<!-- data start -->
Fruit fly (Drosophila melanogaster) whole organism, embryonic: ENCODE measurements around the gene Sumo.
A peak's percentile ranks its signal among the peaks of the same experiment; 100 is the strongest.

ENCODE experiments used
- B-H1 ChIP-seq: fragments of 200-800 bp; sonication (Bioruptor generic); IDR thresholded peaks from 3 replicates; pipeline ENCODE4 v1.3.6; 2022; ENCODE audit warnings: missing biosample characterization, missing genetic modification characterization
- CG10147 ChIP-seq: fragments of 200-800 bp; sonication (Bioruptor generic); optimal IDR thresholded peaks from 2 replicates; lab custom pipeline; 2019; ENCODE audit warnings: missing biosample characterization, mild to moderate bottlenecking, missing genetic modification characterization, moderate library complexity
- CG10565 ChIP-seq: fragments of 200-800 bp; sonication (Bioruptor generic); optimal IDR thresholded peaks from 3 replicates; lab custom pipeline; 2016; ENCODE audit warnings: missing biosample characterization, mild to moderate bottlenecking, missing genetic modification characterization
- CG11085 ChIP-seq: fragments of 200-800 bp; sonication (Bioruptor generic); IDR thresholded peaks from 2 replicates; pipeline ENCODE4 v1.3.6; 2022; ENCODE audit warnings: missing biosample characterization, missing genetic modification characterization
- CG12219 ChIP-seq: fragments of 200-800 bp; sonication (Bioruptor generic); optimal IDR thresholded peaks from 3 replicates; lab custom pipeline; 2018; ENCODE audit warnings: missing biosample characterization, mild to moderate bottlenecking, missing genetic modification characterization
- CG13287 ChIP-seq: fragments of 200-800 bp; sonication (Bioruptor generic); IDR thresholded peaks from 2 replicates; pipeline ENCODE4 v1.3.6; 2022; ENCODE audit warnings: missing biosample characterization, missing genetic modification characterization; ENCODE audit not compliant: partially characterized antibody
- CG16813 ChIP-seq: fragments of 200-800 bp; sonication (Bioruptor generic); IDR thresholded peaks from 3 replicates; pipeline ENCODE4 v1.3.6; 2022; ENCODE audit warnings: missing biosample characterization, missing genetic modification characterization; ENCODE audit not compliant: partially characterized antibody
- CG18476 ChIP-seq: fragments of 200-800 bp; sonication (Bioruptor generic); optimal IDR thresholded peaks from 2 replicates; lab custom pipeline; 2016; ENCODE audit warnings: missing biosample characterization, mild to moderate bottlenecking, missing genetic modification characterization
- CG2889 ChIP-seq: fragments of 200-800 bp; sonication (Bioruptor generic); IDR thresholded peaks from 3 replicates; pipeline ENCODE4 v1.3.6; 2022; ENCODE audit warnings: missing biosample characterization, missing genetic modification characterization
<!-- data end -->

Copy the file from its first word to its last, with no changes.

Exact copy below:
Fruit fly (Drosophila melanogaster) whole organism, embryonic: ENCODE measurements around the gene Sumo.
A peak's percentile ranks its signal among the peaks of the same experiment; 100 is the strongest.

ENCODE experiments used
- B-H1 ChIP-seq: fragments of 200-800 bp; sonication (Bioruptor generic); IDR thresholded peaks from 3 replicates; pipeline ENCODE4 v1.3.6; 2022; ENCODE audit warnings: missing biosample characterization, missing genetic modification characterization
- CG10147 ChIP-seq: fragments of 200-800 bp; sonication (Bioruptor generic); optimal IDR thresholded peaks from 2 replicates; lab custom pipeline; 2019; ENCODE audit warnings: missing biosample characterization, mild to moderate bottlenecking, missing genetic modification characterization, moderate library complexity
- CG10565 ChIP-seq: fragments of 200-800 bp; sonication (Bioruptor generic); optimal IDR thresholded peaks from 3 replicates; lab custom pipeline; 2016; ENCODE audit warnings: missing biosample characterization, mild to moderate bottlenecking, missing genetic modification characterization
- CG11085 ChIP-seq: fragments of 200-800 bp; sonication (Bioruptor generic); IDR thresholded peaks from 2 replicates; pipeline ENCODE4 v1.3.6; 2022; ENCODE audit warnings: missing biosample characterization, missing genetic modification characterization
- CG12219 ChIP-seq: fragments of 200-800 bp; sonication (Bioruptor generic); optimal IDR thresholded peaks from 3 replicates; lab custom pipeline; 2018; ENCODE audit warnings: missing biosample characterization, mild to moderate bottlenecking, missing genetic modification characterization
- CG13287 ChIP-seq: fragments of 200-800 bp; sonication (Bioruptor generic); IDR thresholded peaks from 2 replicates; pipeline ENCODE4 v1.3.6; 2022; ENCODE audit warnings: missing biosample characterization, missing genetic modification characterization; ENCODE audit not compliant: partially characterized antibody
- CG16813 ChIP-seq: fragments of 200-800 bp; sonication (Bioruptor generic); IDR thresholded peaks from 3 replicates; pipeline ENCODE4 v1.3.6; 2022; ENCODE audit warnings: missing biosample characterization, missing genetic modification characterization; ENCODE audit not compliant: partially characterized antibody
- CG18476 ChIP-seq: fragments of 200-800 bp; sonication (Bioruptor generic); optimal IDR thresholded peaks from 2 replicates; lab custom pipeline; 2016; ENCODE audit warnings: missing biosample characterization, mild to moderate bottlenecking, missing genetic modification characterization
- CG2889 ChIP-seq: fragments of 200-800 bp; sonication (Bioruptor generic); IDR thresholded peaks from 3 replicates; pipeline ENCODE4 v1.3.6; 2022; ENCODE audit warnings: missing biosample characterization, missing genetic modification characterization